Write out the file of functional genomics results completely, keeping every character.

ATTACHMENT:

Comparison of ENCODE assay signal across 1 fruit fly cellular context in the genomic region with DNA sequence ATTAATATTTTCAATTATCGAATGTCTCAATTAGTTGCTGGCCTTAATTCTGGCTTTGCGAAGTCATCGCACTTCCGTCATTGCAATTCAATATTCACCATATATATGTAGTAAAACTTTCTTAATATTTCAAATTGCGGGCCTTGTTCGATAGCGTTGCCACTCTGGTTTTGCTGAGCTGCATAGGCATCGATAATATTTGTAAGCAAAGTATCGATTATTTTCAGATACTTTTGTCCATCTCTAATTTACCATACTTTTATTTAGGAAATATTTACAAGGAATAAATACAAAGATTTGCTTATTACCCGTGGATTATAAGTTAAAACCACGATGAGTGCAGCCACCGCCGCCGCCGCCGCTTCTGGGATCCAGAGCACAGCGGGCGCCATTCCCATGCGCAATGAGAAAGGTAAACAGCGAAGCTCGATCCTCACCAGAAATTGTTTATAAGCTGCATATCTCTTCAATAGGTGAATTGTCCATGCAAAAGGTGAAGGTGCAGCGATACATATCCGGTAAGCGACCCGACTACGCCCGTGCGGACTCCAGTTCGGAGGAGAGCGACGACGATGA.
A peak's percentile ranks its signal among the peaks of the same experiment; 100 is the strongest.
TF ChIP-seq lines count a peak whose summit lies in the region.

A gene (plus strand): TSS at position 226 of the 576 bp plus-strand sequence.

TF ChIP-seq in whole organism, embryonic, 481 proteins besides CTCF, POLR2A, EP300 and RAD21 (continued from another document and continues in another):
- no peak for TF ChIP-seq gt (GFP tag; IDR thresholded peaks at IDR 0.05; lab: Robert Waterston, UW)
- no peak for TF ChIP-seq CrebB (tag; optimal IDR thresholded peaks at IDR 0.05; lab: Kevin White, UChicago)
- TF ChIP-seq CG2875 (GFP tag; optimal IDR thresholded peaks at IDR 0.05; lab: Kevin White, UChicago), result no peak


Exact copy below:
Comparison of ENCODE assay signal across 1 fruit fly cellular context in the genomic region with DNA sequence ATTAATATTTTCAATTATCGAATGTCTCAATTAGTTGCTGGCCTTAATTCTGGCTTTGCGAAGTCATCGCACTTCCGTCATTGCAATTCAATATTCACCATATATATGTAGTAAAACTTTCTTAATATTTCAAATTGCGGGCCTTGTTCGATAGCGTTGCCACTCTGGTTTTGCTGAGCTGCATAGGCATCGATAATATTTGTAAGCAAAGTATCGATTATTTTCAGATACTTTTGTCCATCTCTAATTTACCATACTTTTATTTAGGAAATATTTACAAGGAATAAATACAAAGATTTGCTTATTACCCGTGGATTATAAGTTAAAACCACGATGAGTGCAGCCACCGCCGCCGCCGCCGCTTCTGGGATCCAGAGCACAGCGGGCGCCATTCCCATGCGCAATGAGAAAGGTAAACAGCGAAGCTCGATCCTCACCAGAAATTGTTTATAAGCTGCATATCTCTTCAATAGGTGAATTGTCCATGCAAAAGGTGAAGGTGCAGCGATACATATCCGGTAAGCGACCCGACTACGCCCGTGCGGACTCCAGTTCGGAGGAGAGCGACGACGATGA.
A peak's percentile ranks its signal among the peaks of the same experiment; 100 is the strongest.
TF ChIP-seq lines count a peak whose summit lies in the region.

A gene (plus strand): TSS at position 226 of the 576 bp plus-strand sequence.

TF ChIP-seq in whole organism, embryonic, 481 proteins besides CTCF, POLR2A, EP300 and RAD21 (continued from another document and continues in another):
- no peak for TF ChIP-seq gt (GFP tag; IDR thresholded peaks at IDR 0.05; lab: Robert Waterston, UW)
- no peak for TF ChIP-seq CrebB (tag; optimal IDR thresholded peaks at IDR 0.05; lab: Kevin White, UChicago)
- TF ChIP-seq CG2875 (GFP tag; optimal IDR thresholded peaks at IDR 0.05; lab: Kevin White, UChicago), result no peak